by Jane Hirshfield
HarperCollins, 2005. $23.95
Whether you’ve just won the lottery or lost your lover, you’re likely to get the same, neutral response from anyone who mistakes equanimity for indifference. It’s as if Jane Hirshfield has: Again and again from her newest book, I get the impartial, silent nod.
Unlike her earlier books—books I have very much enjoyed—too many poems here are neither engaging nor agitating. They explore transcendence and transience in everything from a window’s gaze to grief. But these Eastern-tinted, steady-breathing stanzas teeter yin-yangs of imagery and idea, giving equal weight to each side, and fail to make me either gasp with delight or hiss with disdain. Maybe this is her intention. But if Hirshfield “carries neither grudges nor hope,” then, in response to her work, why should I?
There are parts, if not whole poems, that defy her overall dispassion. “Hesitation: An Assay” ends “If pleasure requires prolonging, then these lovers. // Yet slowness alone is not to be confused / with the scent of the plum tree just before it opens.” Thank God (or Buddha) for her strong, sensate details, like fleeting glimpses of enlightenment, as in, “a small anchovy gleam / leaving the upturned pot in the dish rack / after the moon has wandered out of the window.” Lines like these thrive in the eternity of the present moment.
Some poems, though, are self-consciously enigmatic, like a koan trying too hard to be a koan inside a mind trying too hard not to think. And still others give it away too easily and come off as downright didactic: “To think that grief is the self is an error.” Meanwhile, words like “truth,” “theology,” and “compassion” try to slip in like someone arriving late to the zendo, but they’re more like those moments during zazen when all your concentration can’t get rid of that annoying itch—a big distraction.
In general, I have trouble being here now with Hirshfield’s After since the title only conjures up for me its opposite: When it comes to her oeuvre, I much prefer what came before. CS
New and Selected Poems
by Samuel Menashe
Edited by Christopher Ricks
Library of America, 2005. $20
Christopher Ricks edits and “Nothing, then, is too small to matter” for this minimalist winner of the Neglected Masters Award from the Poetry Foundation. Big-dog-mot-juste-Ricks and big-dog-Poetry-bucks-Foundation (God bless them both!) have teamed up to crowd out any whipper snapper criticism of Menashe’s playful aphorisms. It feels unpoetriotic to disagree.
If you like dark subtle puns and think they have been neglected for their potential poetic impact, read Menashe. At their best, the poems disturb the determinedly open-minded reader with their jarring connections, mild humor, and clanging music. These are poems that my dogs and my grandfathers would love, poems to be read in a dark closet riding a caffeine buzz holding a flickering flashlight and sitting on a box of your ancestor’s ashes.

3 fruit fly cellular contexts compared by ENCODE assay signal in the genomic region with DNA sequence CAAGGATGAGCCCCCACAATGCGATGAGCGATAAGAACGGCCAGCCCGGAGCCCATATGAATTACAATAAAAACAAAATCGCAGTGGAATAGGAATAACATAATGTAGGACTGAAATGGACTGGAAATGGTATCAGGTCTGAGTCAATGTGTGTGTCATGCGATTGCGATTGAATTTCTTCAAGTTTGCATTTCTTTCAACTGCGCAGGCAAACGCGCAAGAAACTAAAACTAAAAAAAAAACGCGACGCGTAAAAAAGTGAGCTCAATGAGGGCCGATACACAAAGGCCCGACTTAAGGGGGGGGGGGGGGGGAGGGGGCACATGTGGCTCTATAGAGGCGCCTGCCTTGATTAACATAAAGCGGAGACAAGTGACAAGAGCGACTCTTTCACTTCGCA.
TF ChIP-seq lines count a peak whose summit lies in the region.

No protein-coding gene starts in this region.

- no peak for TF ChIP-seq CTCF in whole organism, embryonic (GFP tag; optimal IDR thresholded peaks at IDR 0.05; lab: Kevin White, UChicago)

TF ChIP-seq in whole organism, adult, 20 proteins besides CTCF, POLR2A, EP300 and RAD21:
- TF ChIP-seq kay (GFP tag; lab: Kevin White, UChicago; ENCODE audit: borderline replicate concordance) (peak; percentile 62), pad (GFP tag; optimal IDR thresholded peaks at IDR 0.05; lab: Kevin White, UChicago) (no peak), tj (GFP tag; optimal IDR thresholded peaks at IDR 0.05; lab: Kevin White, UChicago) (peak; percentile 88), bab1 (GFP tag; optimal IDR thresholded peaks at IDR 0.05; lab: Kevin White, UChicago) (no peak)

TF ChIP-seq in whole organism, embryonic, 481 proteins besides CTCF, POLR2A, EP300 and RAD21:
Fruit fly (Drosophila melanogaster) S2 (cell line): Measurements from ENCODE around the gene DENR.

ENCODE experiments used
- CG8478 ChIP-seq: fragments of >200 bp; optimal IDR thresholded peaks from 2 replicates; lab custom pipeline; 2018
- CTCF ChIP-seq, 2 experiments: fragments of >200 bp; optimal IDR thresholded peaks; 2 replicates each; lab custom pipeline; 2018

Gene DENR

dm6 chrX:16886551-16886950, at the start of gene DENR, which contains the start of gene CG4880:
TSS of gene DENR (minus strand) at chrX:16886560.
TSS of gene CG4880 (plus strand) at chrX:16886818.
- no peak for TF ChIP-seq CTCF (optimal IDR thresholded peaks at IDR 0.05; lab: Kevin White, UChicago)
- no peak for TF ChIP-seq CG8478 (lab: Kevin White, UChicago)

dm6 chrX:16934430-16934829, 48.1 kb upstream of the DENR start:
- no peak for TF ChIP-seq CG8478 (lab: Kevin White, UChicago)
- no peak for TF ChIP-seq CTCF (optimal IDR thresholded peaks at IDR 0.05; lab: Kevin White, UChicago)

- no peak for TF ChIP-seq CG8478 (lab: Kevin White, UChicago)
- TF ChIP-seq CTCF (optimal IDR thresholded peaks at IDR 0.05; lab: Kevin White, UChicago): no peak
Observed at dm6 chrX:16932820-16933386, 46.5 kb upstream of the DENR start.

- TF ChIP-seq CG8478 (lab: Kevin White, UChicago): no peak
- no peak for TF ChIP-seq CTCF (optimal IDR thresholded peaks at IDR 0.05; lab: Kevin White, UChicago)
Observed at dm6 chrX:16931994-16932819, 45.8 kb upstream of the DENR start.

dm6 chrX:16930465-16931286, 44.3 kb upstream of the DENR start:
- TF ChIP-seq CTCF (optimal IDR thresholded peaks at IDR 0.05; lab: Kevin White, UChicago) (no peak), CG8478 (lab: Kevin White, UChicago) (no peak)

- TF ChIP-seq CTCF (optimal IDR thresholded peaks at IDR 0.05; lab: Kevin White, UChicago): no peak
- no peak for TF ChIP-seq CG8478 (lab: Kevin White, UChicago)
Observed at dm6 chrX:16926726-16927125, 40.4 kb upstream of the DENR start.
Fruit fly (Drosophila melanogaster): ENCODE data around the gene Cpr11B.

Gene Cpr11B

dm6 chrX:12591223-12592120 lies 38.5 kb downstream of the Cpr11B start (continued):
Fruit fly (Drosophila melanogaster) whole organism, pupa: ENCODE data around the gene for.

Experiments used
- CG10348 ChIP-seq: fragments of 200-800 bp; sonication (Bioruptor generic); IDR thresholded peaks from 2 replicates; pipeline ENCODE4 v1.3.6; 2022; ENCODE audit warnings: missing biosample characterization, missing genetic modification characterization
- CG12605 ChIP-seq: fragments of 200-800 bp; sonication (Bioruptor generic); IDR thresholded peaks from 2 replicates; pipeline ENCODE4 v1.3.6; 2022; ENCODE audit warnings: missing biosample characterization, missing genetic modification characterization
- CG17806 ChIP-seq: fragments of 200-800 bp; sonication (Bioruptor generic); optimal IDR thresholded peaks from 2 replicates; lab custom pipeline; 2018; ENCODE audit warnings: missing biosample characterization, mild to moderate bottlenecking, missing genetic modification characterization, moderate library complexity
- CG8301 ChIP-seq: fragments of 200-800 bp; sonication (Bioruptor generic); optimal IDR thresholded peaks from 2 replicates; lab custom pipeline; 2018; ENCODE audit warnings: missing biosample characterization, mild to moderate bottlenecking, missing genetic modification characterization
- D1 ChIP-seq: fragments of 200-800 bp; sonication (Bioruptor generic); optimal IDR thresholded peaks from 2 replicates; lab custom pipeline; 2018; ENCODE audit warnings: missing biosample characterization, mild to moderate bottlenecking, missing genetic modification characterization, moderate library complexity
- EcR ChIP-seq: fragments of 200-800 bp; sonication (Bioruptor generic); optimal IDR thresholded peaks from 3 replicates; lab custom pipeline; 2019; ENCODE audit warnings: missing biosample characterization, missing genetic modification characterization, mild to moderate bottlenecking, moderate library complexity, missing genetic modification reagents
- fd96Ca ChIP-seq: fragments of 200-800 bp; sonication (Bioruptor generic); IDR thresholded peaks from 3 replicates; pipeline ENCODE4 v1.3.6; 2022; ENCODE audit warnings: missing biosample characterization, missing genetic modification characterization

Neglected? He’s not dead yet! But here’s his
New deaths surround
Me step by step
Until I’m found
Engraved near you
One become two
The pun embedded in “engraved” makes you wince or makes you smile muddily. This fascination with morbidity is fun, but a shocking take on grief for a lost mother.
“Inklings” offers “Point of the pen / Whose stem I mouth / Not knowing when / The truth will out.” Lucky reader, writing is this fellow’s fellatio.
Here’s more pun-filled cliched wordplay: “No place like Homer’s” and “To make no bones / About the dead.” For some dogs of poetry there is a Pavlovian response. They drool on cue, but there were no bones for this dog. ED
by Elizabeth Alexander
Graywolf Press, 2005. $14
The downside of American Sublime is that like 75% of all new books of poetry, it has more than a handful of throw-aways. Here’s another poet who can’t wait twelve months until the book is solid before rushing to print. That’s why this one is neither a barn-burner nor a page-turner.
But in relation to so many other new books, I liked it. It has narrative energy and there are flashes of marvelous wordplay: “Oh language, / my trinket, my dialect bucket, / my bracelet of flesh.” Out of its four sections, the Ars Poetica and the Amistad have guts. One section explores the components of her brash aesthetic, the other takes a crack at a iconic episode in U.S. history.
And I like how Alexander renders her vulnerabilities with a no-nonsense navigation past self-pity, as in “The End,” an elegy for a dissolute marriage: